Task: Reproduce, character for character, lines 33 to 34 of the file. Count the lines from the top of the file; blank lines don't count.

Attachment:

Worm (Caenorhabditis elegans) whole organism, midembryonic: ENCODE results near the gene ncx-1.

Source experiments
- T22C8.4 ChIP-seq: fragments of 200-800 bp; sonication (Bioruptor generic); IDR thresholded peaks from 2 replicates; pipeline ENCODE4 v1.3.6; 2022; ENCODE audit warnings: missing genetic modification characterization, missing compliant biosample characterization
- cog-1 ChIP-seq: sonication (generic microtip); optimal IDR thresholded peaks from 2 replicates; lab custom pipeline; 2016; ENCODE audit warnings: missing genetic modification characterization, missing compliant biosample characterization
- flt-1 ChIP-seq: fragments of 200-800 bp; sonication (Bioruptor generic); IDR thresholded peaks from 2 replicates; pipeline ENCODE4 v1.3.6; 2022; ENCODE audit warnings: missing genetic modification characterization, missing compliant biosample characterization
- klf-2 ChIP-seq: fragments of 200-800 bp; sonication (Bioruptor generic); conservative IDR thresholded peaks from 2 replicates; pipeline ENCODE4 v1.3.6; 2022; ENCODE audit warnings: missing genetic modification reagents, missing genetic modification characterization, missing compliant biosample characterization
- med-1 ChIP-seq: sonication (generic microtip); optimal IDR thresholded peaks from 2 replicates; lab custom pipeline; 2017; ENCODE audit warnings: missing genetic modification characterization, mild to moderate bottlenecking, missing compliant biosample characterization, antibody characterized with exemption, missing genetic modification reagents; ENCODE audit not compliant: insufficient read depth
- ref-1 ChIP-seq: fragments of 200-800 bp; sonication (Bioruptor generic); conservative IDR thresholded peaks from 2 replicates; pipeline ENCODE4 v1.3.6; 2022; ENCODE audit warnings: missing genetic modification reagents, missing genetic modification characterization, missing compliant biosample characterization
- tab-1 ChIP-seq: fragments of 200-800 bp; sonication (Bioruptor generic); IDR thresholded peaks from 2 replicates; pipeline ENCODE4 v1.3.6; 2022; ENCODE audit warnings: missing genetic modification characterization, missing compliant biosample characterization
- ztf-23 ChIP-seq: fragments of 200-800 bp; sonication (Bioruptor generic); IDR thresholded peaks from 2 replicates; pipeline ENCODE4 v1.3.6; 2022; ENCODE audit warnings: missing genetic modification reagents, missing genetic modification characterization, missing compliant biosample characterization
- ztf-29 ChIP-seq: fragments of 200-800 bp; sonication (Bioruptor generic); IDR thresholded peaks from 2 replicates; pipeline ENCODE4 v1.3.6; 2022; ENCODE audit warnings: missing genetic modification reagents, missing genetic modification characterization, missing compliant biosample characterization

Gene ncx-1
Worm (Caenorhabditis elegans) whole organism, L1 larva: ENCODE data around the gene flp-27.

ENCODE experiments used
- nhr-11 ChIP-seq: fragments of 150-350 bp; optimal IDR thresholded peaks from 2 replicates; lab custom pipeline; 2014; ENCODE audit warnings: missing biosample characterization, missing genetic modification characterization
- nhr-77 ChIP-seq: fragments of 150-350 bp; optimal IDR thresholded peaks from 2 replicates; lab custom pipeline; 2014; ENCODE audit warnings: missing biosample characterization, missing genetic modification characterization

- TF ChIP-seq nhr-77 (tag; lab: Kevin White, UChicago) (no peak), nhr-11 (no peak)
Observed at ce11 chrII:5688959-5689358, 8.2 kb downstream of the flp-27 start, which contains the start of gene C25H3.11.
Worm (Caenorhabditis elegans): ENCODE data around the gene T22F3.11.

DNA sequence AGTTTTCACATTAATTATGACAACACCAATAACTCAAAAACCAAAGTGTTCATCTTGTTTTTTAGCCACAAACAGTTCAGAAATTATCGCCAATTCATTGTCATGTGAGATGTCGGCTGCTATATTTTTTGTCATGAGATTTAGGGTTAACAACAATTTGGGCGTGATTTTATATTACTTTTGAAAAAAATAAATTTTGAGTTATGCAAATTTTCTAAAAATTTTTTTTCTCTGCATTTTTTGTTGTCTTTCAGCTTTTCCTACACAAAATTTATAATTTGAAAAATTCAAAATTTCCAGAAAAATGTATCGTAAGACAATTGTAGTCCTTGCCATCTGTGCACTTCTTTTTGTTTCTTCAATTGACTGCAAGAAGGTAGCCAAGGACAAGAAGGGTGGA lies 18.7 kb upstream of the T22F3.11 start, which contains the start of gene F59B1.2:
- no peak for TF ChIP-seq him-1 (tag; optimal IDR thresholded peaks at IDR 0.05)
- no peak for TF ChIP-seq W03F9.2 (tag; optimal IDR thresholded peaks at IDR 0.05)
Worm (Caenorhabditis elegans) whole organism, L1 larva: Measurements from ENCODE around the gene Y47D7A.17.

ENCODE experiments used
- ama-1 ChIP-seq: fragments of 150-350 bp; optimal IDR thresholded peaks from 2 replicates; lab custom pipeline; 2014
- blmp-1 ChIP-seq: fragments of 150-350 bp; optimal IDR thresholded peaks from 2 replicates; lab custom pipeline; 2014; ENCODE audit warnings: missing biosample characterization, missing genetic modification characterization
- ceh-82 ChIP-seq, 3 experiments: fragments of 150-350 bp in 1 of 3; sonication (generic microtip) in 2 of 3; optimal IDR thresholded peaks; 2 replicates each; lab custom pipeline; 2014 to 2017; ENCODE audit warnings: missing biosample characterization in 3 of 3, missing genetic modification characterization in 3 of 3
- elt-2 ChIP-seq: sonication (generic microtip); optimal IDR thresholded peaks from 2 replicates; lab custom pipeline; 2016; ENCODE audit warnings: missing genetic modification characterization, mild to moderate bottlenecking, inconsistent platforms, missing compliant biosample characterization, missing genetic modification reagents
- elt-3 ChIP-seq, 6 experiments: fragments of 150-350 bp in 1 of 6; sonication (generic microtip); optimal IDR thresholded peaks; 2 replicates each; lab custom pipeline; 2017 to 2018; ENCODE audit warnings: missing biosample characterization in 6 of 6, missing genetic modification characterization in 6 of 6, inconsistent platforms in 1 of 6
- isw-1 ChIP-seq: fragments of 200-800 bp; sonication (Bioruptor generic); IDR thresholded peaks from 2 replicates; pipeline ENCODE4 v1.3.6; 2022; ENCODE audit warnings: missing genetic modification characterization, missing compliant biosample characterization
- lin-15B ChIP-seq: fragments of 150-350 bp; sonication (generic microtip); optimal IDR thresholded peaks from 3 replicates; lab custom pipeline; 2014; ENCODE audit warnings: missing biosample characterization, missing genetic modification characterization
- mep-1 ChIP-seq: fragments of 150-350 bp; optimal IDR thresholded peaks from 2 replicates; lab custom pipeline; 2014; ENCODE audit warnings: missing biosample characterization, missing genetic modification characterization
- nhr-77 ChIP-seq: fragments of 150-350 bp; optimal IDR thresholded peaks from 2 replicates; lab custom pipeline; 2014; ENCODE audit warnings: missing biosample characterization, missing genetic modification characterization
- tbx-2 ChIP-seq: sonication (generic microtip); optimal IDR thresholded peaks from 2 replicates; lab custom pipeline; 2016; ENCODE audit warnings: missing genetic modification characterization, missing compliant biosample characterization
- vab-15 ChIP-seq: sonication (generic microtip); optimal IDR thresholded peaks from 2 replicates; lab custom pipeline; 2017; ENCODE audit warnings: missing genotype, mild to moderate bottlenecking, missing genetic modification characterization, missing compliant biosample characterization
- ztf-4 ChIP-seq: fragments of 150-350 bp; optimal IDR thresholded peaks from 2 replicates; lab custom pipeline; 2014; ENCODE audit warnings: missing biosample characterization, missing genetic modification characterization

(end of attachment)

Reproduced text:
- nhr-77 ChIP-seq: fragments of 150-350 bp; optimal IDR thresholded peaks from 2 replicates; lab custom pipeline; 2014; ENCODE audit warnings: missing biosample characterization, missing genetic modification characterization
- tbx-2 ChIP-seq: sonication (generic microtip); optimal IDR thresholded peaks from 2 replicates; lab custom pipeline; 2016; ENCODE audit warnings: missing genetic modification characterization, missing compliant biosample characterization